For properties that do not have a solution for handling packages, it feels like all 11 billion packages delivered annually in the US are sitting in your leasing office, waiting for the tenant to finally come pick them up.
When we asked the senior management staff of our partner, the Laramar Group, to name their top problems facing operators in the multifamily industry, the one item nearly every person mentioned was packages. Laramar manages all different types of properties: urban and suburban, small and large, low-rise and high-rise. And unfortunately, one size does not fit all.
In larger properties with onsite management, packages become a processing and storage problem. How many hours per day does your management team spend logging packages and finding them for residents when they come into the office to pick them up? When your resident works late and cannot make it the office during business hours, well, that package is going to sit there another day. Another day for UPS, Fedex, USPS, Amazon, and others to arrive to add more packages to your office.
However, smaller buildings (less than 50 units) sometimes do not require an onsite staff. So packages are usually left in lobbies or placed by the resident’s door. Just sitting there, waiting for the resident to pick them up, or unfortunately, sitting there ripe for theft.
So again, what do you do with all these packages? Today, I am seeing five main solutions to this problem, all with their own pro’s and con’s.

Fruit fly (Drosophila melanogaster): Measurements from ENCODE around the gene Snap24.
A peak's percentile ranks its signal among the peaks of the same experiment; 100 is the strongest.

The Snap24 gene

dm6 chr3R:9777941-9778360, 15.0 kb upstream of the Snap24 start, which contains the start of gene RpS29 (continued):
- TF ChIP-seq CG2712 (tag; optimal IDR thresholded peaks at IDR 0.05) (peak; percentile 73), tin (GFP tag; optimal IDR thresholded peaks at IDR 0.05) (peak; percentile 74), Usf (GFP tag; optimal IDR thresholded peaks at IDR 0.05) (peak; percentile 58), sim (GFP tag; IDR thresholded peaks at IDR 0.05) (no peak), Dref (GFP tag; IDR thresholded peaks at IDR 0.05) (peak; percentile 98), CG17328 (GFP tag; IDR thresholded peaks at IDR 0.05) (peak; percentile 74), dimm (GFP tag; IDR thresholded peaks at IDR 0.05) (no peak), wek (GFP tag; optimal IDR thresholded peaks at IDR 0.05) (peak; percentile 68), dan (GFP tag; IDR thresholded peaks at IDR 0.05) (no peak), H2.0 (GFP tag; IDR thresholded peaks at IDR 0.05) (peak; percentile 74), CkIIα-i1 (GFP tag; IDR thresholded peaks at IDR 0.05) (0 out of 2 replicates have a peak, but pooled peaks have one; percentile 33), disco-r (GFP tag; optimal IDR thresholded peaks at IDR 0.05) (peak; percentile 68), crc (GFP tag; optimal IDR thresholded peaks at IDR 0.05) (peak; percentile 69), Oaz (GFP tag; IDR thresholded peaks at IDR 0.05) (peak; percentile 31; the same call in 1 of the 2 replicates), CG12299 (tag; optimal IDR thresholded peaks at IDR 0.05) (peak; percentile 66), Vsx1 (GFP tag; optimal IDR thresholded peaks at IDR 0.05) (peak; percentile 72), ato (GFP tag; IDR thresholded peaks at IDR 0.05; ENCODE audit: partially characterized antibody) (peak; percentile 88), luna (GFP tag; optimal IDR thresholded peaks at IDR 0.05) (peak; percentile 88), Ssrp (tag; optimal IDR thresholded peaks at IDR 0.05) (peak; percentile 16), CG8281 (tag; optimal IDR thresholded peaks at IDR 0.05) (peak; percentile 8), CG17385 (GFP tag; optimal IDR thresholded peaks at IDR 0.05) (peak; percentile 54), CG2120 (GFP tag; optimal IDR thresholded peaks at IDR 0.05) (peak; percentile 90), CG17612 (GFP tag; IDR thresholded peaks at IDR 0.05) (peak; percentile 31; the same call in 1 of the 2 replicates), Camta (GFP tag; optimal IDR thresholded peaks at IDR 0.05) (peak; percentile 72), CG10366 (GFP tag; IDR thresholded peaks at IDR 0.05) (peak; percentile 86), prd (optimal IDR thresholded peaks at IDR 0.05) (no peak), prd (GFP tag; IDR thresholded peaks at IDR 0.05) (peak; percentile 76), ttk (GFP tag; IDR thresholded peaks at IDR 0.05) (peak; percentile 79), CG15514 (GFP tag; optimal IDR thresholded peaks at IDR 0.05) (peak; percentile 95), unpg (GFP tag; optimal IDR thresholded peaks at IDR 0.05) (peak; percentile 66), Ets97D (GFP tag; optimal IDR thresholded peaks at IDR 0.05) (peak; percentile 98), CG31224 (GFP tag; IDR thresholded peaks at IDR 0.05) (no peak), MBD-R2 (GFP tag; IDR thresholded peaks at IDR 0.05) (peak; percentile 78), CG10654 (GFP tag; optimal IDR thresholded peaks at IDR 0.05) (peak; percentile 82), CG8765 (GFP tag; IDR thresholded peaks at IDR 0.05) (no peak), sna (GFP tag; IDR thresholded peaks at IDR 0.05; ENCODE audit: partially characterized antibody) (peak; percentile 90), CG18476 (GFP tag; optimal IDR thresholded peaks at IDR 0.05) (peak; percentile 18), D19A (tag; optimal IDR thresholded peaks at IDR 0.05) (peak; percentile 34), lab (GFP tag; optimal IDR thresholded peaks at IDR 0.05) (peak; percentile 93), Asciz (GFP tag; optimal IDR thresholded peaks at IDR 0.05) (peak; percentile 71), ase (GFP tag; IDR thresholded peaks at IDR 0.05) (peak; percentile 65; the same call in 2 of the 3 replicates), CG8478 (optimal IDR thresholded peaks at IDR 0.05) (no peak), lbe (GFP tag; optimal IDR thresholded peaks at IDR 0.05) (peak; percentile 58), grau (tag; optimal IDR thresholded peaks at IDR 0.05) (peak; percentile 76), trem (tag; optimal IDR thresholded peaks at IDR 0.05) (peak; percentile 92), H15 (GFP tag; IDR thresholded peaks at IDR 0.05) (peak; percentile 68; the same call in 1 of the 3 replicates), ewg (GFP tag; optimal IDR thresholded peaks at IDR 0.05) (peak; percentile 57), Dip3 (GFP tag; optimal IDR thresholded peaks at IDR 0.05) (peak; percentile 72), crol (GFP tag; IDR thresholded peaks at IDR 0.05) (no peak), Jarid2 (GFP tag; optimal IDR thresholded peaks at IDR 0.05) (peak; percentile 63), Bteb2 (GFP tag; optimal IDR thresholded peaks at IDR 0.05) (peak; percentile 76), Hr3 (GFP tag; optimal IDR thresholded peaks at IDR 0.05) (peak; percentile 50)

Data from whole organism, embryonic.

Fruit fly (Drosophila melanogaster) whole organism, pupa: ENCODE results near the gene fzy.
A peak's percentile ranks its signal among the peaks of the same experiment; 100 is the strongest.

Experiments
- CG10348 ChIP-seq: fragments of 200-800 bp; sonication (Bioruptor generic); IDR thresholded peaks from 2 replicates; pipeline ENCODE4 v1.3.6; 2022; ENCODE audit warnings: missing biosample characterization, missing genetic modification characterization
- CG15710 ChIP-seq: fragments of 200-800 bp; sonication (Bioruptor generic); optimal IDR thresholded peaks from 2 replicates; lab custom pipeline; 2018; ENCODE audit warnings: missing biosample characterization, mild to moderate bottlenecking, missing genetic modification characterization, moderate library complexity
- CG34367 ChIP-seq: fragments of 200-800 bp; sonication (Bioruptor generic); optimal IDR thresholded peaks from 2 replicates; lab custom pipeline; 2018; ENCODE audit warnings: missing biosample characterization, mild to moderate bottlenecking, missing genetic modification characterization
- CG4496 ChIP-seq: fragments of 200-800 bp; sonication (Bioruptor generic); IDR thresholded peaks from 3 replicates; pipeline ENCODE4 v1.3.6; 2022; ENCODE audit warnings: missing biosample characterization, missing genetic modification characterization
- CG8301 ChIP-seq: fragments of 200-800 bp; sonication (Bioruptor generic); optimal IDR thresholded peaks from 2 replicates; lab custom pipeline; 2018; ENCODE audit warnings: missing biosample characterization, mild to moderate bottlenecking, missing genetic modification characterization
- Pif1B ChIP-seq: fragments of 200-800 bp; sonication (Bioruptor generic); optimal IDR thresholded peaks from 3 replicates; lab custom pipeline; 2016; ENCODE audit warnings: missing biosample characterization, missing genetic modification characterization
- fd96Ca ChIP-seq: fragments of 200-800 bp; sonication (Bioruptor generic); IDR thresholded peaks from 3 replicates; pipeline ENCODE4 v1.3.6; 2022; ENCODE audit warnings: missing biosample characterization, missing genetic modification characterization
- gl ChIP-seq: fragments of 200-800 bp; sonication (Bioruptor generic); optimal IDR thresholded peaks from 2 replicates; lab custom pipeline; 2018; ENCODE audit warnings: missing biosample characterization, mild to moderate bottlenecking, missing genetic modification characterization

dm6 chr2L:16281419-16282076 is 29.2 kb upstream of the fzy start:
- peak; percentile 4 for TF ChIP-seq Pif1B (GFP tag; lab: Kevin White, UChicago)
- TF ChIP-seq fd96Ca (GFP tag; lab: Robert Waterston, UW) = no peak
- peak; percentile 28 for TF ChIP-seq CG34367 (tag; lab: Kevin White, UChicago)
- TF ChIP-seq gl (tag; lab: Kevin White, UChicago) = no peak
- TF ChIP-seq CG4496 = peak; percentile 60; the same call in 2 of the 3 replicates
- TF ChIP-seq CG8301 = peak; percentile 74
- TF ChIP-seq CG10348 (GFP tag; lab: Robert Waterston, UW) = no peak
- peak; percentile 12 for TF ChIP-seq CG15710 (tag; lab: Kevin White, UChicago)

I think everyone has heard of package lockers by now. I lived in a building with a package locker system, and it was great. The second an item is placed in a locker, you receive an email and/or text notifying you to pick it up. Lockers keep packages away from the property management team, which allows them to focus on managing the property, and not the 11 billion packages sitting in the leasing office. However, in order to have package lockers, your property needs the space (do you have a game room that nobody uses or do you have the ability to take away a precious parking space?), capital budget (some systems cost as low as $5k and as high as $20k-$40k or more depending on the size of your community), and the operating budget (some systems require a monthly fee of about $2/unit/month, which sometimes can be passed on to the resident). Another drawback is that not every package fits in a locker. No locker is going to fit that area rug that you ordered online.
2. Package Rooms
Like lockers, in order to have a package room, you need to have the space. However, you not only need the space, but you need a secure, access-controlled space. The delivery person enters an access code to receive permission to open the room, they place the package in the room, and the tenant receives a text with a one-time code to open the room and retrieve their package. The rooms are monitored with video, hopefully reducing the number of instances where a resident walks off with a package that is not their package. These access-controlled rooms can cost less than installing lockers (with a similar monthly fee), but you need to build out the room with video monitoring, access controls, shelving, etc.